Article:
I started this year with a resolution in the form of a mantra: “No Shortcuts”.
It’s an idea that mainly spurs from my reading in cookbooks, but I’m finding it’s applicable to all aspects of my life and not just cooking. In the food world, this aspirational idea comes in many forms and phrases. In Daniel Humm’s kitchen at Eleven Madison Park there’s a large sign that reads “Make it Nice”. When you read their book you realize that this represents one of the core philosophies: the striving towards something great through making each individual detail “nice”.
I mentioned the inspiring and often mind boggling Fäviken Book in The “Perfection” episode of Beats, Rye & Types. Chef Magnus Nilsson sums this up pretty eloquently:
“The questions you must ask yourself about every detail are these: does this make the end result better, and do I have the time or capacity to do it at the moment? […] The important idea is not always to do things without compromise, but with thought-through attention and decisions that lead, little by little, towards creating a better end result.”
I wouldn’t in a million years compare myself to these extremely talented, driven, and respected chefs. Rather, I’m starting from what I consider zero, and slowly improving.
For the past couple of months I’ve been cooking a lot and I’m always driven to take on new recipes that are increasingly more challenging. Even in the most basic recipes, though, I started to see my lack of consistency - I started to slip and make stupid mistakes. It took a while to realize (and through reading more and more) that this wasn’t from lack of skill or bad recipes, this was just me not paying attention. It was me making small split doeskins to take a shortcut here or there (not rinsing this, not using the right pot) and that having the exact opposite effect of what the chefs described above - it made the overall result worse.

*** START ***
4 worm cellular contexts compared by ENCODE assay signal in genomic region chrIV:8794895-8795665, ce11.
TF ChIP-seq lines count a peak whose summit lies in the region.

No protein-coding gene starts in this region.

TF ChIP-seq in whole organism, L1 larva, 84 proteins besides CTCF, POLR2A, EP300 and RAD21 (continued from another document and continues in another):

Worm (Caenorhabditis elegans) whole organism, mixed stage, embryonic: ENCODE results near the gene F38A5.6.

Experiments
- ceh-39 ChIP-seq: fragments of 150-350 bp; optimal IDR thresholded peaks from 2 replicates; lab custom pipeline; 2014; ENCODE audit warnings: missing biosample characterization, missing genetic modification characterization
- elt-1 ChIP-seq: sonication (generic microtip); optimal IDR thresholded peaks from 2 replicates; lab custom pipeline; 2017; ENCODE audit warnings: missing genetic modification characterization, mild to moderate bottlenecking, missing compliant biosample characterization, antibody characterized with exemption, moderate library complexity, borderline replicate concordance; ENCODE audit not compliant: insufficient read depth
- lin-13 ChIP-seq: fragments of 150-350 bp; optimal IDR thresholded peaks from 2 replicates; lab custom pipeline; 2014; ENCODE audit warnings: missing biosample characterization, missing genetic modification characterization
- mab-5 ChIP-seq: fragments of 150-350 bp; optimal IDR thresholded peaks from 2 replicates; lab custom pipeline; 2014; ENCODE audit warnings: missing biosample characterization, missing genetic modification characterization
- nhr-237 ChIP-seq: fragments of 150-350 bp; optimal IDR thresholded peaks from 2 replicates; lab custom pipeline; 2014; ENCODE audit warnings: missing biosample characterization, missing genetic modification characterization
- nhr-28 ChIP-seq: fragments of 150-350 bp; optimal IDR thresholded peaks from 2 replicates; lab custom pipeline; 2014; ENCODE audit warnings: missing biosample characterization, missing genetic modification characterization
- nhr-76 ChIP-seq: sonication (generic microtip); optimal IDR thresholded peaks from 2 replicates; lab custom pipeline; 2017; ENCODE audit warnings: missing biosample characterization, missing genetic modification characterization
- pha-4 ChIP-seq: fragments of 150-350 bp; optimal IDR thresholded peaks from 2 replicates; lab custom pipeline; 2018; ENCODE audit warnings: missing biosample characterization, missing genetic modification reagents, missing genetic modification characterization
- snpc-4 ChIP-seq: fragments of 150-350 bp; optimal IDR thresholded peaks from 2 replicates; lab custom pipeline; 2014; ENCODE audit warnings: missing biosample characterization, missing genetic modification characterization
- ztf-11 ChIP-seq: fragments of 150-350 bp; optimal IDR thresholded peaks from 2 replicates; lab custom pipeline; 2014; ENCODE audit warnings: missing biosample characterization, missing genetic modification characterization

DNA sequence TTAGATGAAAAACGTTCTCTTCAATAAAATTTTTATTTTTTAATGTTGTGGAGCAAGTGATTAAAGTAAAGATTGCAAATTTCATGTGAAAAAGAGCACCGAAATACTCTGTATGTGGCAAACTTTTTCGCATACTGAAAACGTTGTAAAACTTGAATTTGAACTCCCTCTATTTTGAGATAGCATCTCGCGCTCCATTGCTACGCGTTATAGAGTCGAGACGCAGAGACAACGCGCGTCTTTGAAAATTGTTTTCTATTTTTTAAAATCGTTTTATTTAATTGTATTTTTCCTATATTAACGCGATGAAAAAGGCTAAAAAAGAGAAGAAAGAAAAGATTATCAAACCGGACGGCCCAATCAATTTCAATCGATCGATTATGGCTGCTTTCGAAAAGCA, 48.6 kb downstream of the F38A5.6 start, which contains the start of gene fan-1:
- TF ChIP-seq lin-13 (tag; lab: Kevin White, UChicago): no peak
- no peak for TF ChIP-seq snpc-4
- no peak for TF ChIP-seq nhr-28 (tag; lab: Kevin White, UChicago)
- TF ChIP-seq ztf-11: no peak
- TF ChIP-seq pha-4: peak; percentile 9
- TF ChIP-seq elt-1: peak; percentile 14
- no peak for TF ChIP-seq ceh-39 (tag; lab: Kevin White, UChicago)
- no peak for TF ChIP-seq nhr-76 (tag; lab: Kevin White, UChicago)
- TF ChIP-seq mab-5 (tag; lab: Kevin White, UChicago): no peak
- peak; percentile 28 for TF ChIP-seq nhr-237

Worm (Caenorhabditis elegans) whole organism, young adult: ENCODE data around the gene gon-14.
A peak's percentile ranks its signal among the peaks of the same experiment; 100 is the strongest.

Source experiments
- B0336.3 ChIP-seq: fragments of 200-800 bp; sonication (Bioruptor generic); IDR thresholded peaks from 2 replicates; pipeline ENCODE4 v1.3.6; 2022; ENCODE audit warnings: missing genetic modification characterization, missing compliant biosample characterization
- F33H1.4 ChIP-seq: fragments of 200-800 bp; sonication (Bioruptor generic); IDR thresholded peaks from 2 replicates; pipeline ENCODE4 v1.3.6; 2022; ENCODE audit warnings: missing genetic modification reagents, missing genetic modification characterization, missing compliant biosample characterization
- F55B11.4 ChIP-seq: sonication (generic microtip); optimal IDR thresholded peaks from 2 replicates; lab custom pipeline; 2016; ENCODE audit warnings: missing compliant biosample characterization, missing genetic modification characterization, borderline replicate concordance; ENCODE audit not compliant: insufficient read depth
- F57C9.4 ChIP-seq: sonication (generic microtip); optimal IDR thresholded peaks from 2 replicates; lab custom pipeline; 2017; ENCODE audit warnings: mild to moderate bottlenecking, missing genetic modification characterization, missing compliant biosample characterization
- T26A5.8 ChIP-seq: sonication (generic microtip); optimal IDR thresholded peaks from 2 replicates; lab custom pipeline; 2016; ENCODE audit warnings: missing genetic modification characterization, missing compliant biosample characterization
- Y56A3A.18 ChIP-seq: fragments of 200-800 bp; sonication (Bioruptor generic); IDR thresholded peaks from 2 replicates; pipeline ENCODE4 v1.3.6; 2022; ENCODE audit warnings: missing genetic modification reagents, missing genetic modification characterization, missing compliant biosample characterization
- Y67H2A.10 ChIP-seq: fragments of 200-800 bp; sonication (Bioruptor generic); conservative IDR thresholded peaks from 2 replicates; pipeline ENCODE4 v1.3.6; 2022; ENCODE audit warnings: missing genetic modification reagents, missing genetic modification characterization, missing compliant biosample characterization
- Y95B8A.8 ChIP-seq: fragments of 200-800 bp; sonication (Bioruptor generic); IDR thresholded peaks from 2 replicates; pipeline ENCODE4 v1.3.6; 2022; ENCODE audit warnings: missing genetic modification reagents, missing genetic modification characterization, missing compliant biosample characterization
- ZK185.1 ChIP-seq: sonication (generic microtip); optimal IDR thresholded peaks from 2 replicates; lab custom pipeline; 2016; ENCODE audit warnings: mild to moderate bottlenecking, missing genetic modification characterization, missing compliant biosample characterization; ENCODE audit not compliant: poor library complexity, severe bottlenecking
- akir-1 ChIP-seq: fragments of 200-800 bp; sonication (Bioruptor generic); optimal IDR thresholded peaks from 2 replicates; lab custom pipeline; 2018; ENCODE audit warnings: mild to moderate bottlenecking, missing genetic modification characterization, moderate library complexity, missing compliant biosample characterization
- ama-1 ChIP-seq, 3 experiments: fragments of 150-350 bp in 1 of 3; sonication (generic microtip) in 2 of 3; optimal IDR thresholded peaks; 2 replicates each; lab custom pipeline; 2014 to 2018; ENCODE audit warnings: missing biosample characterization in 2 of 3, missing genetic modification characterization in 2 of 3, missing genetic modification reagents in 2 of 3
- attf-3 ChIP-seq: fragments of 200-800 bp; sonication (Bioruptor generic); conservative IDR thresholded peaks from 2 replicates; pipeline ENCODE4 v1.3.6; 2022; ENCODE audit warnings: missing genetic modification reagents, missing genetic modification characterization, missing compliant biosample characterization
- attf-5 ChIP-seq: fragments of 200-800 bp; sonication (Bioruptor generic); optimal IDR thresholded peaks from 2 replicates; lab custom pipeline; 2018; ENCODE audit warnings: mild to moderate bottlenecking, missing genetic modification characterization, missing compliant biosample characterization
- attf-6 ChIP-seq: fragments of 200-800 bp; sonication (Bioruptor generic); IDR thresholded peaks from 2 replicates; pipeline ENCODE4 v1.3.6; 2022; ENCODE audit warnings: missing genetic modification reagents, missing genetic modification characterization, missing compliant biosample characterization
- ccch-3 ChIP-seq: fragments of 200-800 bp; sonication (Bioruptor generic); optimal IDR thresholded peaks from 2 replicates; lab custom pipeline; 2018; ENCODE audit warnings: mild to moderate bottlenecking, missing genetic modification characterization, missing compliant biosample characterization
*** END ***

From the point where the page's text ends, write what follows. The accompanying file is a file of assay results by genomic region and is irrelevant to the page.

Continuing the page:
Most of these things, I realized were completely subconscious or at least not something I was recognizing in the moment. It has some of the same results as being lazy, but this is slightly different - this is about self-awareness and being present enough to do the “nice” thing.
Now I’ve gone from being generally aware of the situation, to being aware in the moment. It’s taken a huge amount of effort to put my own momentum behind living in a “No Shortcuts” world. I’ll be cooking or writing and I’ll have to catch myself, “you’re rushing, you’re skipping steps”. I’ve found myself working on a project and about to consider it done when I ask myself , “Is this good? Did I do all I could to make it better?”.
Nothing I do is anywhere near perfect, but every time I try a little harder and try to really think through the steps of something, I find myself becoming more present. Maybe more importantly, I’m getting better at the things I care about - I can make a really good pizza.
In my house I’m notorious for yearly resolutions and frequent proclamations. When I told Kat about “No Shorcuts” she laughed and said, “well my resolution is ALL SHORTCUTS”. We’ll see how that works out for her. ↩